Daten und Fakten
Official start of construction 27th September, 1925
Official opening 18th June, 1927
First event 19th June, 1927 German GP
First event new GP circuit 12th May, 1984 (Opening event)
First event including Mercedes-Arena 12th April, 2002 (Endurance Championship)
Original track length 22.8km Nordschleife + 7.7km Südschleife = 28km, (89 lefthanders, 84 righthanders)
Length Nordschleife 20.800km
Track length Endurance Championship 24,358 km (Sprint track including Mercedes-Arena and Motorbike-Chicane plus Norschleife)
Corners Nordschleife 73 (33 lefthanders, 40 righthanders)
Incline Nordschleife maximum 17%
Decline Nordschleife maximum 11%
Highest spot Nordschleife 620m (Start/Finish)
Lowest spot Nordschleife 320m (Breidscheid)
Difference in altitude Nordschleife Approximately 300m
Even though there is no doubt that the Nordschleife constitutes the special appeal in the VLN endurance racing championship both for drivers and fans, the Nürburgring Grand Prix Circuit provides a number of highlights, too. During practice and race, the paddocks, the pits and the pit lane are open for the spectators. After the practice, the pit lane quite often appears to be a promenade to stroll around as all the drivers are happy to be available for a motor sport chat, provided that they are not busy with any repairs. The grandstands T3, T4 and T12 around the GP Circuit are open for the spectators and it is in particular T34 which offer fantastic views on the track.
Even the most experiences racing drivers feel a cold shiver running down their back when they finally enter the legendary Nordschleife after about three and a half kilometres at the Nürburgring short version. This is where the really tough work starts. After the first slow left corner, you accelerate downhill. There is a walking train running in parallel to the race track on the right side for the about one kilometre long section. About mid-way of this quite fast passage follows the braking zone for a number of slow to mid-fast corners – overtaking manoeuvres are quite frequent here.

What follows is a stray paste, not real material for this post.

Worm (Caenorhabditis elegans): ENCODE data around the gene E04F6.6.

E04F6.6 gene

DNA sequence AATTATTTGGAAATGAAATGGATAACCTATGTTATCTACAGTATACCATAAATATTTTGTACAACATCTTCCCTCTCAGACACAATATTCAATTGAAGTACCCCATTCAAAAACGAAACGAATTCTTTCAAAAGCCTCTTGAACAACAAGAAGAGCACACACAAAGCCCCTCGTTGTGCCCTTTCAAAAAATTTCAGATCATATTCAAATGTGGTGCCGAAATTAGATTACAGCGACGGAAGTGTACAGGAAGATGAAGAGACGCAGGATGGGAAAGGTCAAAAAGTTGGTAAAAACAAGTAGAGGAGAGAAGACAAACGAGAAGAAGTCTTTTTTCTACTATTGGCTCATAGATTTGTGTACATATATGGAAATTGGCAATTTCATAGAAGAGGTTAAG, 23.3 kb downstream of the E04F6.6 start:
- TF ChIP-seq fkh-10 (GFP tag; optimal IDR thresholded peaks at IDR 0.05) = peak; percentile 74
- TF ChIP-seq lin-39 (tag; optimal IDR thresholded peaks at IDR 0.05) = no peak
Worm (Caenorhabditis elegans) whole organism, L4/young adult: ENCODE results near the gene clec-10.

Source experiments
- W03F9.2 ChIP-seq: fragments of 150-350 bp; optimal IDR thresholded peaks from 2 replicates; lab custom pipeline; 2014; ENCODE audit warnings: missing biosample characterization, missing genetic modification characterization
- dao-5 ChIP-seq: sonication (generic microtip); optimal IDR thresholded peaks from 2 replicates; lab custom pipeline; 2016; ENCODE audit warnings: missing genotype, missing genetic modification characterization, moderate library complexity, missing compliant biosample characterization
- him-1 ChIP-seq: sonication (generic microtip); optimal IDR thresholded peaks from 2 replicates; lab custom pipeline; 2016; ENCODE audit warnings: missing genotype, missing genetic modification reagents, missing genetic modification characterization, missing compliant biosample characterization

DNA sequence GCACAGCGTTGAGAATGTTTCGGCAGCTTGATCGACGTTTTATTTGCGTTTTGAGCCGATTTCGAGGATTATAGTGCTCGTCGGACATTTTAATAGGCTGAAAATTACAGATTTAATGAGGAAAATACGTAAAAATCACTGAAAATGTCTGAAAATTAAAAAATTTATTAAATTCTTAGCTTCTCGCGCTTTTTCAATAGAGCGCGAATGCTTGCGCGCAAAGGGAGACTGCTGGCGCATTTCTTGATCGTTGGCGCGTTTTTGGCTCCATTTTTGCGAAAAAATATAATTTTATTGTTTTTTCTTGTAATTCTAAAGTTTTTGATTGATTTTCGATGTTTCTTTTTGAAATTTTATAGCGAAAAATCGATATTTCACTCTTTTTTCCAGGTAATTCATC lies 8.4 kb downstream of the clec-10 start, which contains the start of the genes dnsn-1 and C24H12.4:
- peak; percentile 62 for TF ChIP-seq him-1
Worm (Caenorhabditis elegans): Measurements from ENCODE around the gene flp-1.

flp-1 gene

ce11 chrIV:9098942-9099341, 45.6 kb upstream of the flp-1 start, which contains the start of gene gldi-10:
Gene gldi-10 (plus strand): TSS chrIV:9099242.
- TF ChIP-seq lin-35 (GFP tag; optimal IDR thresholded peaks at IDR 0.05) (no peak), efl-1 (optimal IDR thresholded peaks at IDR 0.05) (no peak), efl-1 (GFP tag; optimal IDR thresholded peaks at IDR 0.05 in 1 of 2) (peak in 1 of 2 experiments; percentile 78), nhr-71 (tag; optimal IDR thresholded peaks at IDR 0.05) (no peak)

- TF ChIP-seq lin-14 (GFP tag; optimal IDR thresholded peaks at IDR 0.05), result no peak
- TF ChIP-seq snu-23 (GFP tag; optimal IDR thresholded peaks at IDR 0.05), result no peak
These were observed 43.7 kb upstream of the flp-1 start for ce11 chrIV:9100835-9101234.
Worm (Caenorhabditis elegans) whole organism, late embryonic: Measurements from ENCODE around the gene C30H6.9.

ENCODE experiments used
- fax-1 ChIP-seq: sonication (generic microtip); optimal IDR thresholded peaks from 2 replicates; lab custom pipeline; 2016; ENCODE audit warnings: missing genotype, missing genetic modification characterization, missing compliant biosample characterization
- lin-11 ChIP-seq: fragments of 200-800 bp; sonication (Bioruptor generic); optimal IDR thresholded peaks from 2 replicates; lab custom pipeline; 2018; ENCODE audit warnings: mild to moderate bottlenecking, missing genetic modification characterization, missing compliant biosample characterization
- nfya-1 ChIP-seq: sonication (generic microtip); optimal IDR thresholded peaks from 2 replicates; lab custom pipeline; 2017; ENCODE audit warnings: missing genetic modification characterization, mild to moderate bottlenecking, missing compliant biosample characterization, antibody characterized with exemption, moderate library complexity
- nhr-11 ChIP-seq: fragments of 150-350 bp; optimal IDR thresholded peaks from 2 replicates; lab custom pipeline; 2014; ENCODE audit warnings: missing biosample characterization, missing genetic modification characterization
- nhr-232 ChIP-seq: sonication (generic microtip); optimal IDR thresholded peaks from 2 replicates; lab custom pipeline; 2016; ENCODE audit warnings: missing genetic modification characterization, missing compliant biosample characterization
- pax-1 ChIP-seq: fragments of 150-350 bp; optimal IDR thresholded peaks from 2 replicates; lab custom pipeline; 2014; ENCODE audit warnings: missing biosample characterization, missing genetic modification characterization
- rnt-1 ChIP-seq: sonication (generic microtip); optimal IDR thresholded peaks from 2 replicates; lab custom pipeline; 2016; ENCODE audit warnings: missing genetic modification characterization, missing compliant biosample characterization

The track section Adenauer Forst separates the men from the boys. The exit if the fast Fuchsröhre is followed by an uphill section through a combination of corners which tighten more and more: right, left, right. The very last pair of bends is of a special kind. Throughout the last years, a very particular fan group has formed in the “Forst” which does not hesitate to start the about 15 minutes walk from the school in Adenau up to the spectator point.
The spectator points Wehrseifen and Breidscheid come up with two highlights. Whilst the Wehrseifen corner is the slowest point at the Nordschleife, the deepest point of the track at an altitude of 320 metres follows only a few hundred meters later. The Wehrseifen corner is very popular with the fans and it is also easily and comfortably accessible from the federal road. There are furthermore spectacular moments here during the race, from missing the braking points up to exciting overtaking manoeuvres.
The most popular spectator point at the Nordschleife is the section Brünnchen. With an easy access from the federal road B412, a large parking area is located immediately beside the race track. After a long left corner (Eschbach) follows a right hand bend slightly sloping towards the side which may cars take sideways in particular when the track is wet. After a short straight another uphill section follows in a right hand corner. Overtaking manoeuvres can be observed quite frequently during the race.
Before or afterwards? This is a question which each driver at the Nordschleife asks himself some time. Either you brake before the “small jump” in Pflanzgarten or consequently and spectacularly afterwards – this is what separates the men from the boys. The jump lives up to its name because the race cars are getting very light at this point. You can also clearly see that a number of cars even loses contact with the track surface.
The section Schwalbenschwanz is also often referred to as “small carousel”. In contrast to almost all of the other sections at the Nordschleife, the spectators at the “Schwalbenschwanz” have the option to see the cars from either side of the track. The inner side of the corner is accessible on foot from federal road B412 taking a gravel road. Spectators are requested to use the car park on the other side of the federal road. Alternatively, a small pedestrian tunnel gives access to the other side of the circuit.